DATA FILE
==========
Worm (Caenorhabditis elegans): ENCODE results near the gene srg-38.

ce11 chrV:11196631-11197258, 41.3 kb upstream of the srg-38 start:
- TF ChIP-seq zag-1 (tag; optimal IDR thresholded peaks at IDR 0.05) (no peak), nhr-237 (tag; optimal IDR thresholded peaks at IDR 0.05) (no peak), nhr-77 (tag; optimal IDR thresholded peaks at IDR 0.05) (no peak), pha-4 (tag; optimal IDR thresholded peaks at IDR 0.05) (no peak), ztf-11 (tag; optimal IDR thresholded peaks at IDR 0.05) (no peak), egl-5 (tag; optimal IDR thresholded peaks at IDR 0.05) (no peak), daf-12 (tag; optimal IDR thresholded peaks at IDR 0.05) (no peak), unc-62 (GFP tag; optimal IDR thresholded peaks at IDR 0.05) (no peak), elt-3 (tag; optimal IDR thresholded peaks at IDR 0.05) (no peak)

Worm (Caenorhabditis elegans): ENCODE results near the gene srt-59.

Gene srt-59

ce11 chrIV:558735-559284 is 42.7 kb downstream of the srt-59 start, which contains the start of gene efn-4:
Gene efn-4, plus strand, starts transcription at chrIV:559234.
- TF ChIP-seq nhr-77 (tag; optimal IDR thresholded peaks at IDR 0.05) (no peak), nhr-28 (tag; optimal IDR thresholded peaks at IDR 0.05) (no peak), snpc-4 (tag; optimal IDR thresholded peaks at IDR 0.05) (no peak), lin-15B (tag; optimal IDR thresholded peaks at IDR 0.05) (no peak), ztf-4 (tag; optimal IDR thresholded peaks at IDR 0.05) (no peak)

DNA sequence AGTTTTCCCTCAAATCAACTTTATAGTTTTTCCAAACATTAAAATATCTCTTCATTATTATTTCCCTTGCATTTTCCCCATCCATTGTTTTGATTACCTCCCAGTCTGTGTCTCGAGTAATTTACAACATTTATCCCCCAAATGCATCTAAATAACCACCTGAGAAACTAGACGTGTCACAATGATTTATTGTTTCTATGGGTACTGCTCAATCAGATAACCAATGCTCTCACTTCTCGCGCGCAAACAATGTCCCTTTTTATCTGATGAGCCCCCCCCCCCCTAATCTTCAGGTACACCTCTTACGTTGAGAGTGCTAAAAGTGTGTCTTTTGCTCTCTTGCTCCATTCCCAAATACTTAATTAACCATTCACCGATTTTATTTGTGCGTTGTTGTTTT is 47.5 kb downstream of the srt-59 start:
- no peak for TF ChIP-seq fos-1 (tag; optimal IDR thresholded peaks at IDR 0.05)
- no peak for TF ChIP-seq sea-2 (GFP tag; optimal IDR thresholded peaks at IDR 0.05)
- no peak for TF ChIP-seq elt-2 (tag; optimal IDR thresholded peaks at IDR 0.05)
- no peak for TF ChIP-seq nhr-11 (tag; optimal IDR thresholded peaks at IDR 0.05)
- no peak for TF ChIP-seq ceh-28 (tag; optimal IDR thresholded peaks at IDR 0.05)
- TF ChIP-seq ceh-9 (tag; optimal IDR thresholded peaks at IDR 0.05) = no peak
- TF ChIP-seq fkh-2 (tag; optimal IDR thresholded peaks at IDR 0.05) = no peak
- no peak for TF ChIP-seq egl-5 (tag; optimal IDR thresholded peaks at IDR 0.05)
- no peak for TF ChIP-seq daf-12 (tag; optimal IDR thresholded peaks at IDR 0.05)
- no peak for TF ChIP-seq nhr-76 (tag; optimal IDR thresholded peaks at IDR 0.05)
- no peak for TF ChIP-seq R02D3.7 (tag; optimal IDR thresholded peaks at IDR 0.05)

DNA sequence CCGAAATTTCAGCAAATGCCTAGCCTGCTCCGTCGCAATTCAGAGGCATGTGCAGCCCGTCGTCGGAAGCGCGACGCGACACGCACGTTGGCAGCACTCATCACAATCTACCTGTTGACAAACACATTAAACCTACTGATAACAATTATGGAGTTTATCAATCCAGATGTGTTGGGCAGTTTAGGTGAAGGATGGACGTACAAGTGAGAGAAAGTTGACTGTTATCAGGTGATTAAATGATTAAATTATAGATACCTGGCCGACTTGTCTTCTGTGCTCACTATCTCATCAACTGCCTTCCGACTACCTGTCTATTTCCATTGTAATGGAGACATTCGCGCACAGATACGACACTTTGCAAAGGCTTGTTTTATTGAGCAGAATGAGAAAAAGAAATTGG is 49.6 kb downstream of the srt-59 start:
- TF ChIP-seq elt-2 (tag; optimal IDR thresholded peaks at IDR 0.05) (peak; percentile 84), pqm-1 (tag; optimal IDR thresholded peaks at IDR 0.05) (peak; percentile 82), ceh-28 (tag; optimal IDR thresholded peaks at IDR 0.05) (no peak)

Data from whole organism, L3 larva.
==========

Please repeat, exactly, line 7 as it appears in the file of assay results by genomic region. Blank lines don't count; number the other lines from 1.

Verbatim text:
Gene efn-4, plus strand, starts transcription at chrIV:559234.